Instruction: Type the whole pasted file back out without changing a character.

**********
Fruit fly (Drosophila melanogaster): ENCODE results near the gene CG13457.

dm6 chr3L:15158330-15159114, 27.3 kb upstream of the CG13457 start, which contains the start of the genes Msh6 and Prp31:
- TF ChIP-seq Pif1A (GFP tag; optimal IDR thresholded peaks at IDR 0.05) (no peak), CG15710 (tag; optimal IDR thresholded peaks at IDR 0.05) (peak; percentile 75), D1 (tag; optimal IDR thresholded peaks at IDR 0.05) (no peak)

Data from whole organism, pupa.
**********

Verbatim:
Fruit fly (Drosophila melanogaster): ENCODE results near the gene CG13457.

dm6 chr3L:15158330-15159114, 27.3 kb upstream of the CG13457 start, which contains the start of the genes Msh6 and Prp31:
- TF ChIP-seq Pif1A (GFP tag; optimal IDR thresholded peaks at IDR 0.05) (no peak), CG15710 (tag; optimal IDR thresholded peaks at IDR 0.05) (peak; percentile 75), D1 (tag; optimal IDR thresholded peaks at IDR 0.05) (no peak)

Data from whole organism, pupa.